10 October 2012 | News | By BioSpectrum Bureau
Protect prion proteins to slowdown aging
Scientists at the University of Sheffield discover the secret to eternal youth
Singapore: Scientists at the University of Sheffield have discovered a new compound that could prevent ageing by delaying the deterioration of stem cells. The research was published in the journal, Stem Cells, and also presented at the Aging Online Symposium.
Earlier research, which was conducted in mice, suggested that the prion protein expressed by mesenchymal stem cells (MSCs) might play a role in holding back stem cell ageing. The researchers found out that mice that lacked the prion protein were less able to regenerate blood cells. The study provided more evidence that correctly folded prions served a useful purpose in the body, despite the role that misfolded prions play in Bovine Spongiform Encephalopathy (BSE) and Variant Creutzfeldt-Jakob disease (vCJD).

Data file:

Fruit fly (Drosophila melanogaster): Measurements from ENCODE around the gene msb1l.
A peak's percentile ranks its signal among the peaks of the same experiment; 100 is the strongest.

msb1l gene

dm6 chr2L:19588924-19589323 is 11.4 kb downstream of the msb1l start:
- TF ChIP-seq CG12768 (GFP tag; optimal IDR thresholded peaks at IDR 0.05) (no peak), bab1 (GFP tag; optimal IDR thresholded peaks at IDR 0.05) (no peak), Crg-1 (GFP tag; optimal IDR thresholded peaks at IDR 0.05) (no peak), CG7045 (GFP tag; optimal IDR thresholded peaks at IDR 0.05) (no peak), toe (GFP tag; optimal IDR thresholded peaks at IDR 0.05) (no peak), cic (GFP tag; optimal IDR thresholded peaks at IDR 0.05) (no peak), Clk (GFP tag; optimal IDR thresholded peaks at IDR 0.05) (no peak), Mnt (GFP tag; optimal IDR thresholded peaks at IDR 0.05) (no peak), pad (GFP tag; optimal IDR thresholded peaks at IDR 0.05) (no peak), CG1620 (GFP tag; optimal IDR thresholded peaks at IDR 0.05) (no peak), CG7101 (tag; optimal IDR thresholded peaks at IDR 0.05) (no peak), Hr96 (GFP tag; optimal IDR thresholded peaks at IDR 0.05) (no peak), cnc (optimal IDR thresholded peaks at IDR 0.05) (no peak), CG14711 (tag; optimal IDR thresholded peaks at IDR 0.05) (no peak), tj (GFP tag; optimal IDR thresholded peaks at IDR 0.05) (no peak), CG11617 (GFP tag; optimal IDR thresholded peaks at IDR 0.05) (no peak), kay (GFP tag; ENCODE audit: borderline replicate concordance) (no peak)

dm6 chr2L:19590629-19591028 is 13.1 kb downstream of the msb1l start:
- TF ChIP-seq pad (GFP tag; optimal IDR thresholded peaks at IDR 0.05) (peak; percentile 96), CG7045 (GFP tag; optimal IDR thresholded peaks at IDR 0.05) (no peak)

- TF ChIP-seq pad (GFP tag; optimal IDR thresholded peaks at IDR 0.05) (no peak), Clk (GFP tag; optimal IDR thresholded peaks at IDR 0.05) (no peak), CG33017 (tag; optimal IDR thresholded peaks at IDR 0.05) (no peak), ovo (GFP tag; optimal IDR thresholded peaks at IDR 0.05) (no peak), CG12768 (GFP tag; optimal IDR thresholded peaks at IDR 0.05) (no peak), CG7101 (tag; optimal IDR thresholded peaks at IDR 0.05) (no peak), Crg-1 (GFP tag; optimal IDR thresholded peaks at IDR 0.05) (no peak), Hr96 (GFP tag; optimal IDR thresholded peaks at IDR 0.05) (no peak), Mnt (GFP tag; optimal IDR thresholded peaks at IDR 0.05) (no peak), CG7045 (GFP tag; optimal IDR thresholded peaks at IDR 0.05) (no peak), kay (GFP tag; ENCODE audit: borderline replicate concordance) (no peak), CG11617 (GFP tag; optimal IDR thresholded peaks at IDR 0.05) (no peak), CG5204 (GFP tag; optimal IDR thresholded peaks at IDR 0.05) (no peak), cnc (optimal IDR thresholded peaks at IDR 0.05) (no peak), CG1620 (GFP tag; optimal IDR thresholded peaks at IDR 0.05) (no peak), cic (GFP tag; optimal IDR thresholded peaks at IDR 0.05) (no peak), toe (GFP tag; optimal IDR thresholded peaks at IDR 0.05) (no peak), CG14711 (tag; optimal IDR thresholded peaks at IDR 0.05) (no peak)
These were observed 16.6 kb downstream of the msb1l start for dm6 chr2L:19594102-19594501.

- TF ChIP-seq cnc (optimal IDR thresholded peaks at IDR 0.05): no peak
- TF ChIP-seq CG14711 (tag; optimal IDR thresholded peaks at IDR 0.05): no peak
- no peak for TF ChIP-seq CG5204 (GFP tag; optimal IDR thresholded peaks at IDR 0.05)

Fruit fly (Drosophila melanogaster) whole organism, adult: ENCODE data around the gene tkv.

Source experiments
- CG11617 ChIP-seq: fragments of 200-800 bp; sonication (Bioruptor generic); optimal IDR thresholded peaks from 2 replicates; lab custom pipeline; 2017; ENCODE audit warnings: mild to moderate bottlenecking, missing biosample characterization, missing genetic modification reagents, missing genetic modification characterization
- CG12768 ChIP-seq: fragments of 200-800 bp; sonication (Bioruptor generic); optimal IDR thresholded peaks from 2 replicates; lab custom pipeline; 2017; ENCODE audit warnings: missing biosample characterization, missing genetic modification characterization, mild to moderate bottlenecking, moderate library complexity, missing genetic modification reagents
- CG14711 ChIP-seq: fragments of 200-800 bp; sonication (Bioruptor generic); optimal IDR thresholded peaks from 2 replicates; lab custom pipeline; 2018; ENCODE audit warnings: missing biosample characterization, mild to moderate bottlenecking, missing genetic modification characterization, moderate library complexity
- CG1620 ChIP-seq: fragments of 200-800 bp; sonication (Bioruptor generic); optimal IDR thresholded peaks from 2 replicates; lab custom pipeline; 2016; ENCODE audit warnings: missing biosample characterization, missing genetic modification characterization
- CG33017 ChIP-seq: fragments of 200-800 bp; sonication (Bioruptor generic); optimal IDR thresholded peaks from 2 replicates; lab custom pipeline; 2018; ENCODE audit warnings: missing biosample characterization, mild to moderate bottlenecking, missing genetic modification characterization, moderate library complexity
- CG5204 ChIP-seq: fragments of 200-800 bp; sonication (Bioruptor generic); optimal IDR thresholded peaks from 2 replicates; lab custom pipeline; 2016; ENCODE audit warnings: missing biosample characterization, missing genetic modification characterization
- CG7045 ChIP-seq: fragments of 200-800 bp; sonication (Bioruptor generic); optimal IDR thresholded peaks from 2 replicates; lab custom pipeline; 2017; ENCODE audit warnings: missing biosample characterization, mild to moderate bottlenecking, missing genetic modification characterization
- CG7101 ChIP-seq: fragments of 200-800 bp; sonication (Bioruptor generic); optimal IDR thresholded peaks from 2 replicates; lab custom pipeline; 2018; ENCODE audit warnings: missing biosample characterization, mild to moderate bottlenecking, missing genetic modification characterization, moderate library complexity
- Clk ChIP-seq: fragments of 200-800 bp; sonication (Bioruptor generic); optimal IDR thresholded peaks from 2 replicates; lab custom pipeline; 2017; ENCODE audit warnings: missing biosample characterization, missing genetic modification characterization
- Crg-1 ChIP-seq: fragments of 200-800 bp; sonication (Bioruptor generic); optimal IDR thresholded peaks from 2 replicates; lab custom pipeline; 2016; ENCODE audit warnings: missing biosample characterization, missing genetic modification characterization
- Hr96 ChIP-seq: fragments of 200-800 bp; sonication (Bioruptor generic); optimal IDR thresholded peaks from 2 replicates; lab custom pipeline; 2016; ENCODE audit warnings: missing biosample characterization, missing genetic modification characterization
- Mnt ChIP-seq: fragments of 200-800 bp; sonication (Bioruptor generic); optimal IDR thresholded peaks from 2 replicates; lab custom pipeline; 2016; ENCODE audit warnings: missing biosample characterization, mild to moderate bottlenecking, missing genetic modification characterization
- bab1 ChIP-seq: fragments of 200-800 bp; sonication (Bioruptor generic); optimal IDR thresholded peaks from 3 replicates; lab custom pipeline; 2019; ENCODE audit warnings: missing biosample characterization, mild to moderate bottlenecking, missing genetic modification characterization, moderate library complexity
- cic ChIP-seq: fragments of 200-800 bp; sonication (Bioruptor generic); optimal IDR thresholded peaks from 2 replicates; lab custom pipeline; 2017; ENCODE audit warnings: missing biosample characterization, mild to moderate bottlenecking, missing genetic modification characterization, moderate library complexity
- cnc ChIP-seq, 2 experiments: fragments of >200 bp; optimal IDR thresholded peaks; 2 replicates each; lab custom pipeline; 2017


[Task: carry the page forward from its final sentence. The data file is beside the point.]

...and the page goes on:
Dr Ilaria Bellantuono, University of Sheffield, UK, and her colleagues have now found that the prion protein performs a similar function in humans as older MSCs from human bone marrow expressed less of the protein than younger ones.
"We think this ageing of stem cells may be linked to the onset of some age-related disorders, such as osteoporosis. You can delay the loss of stem cells' function by manipulating the prion protein. In the long term, you may go a long way to maintaining tissue health in [old] age." revealed Dr Bellantuono.
In a bid to find a compound that might slow MSC ageing, the team tested numerous molecules known to target prion proteins on dishes of human stem cells. One molecule emerged as a potential candidate. Stem cells treated with it produced 300 times the number of cells over 250 days than untreated stem cells. The treated cells kept on dividing for longer. The team then injected treated cells into the thigh bones of mice, and three days later found that they had produced three times as many new cells as they would normally produce.
After five weeks, there were 10 times as many cells. The new cells appeared to be of higher quality, too, and readily differentiated into bone and fat cells, as well as those that support the tissue and blood vessels. Also, when exposed to hydrogen peroxide, both treated and untreated cells, were protected from damage.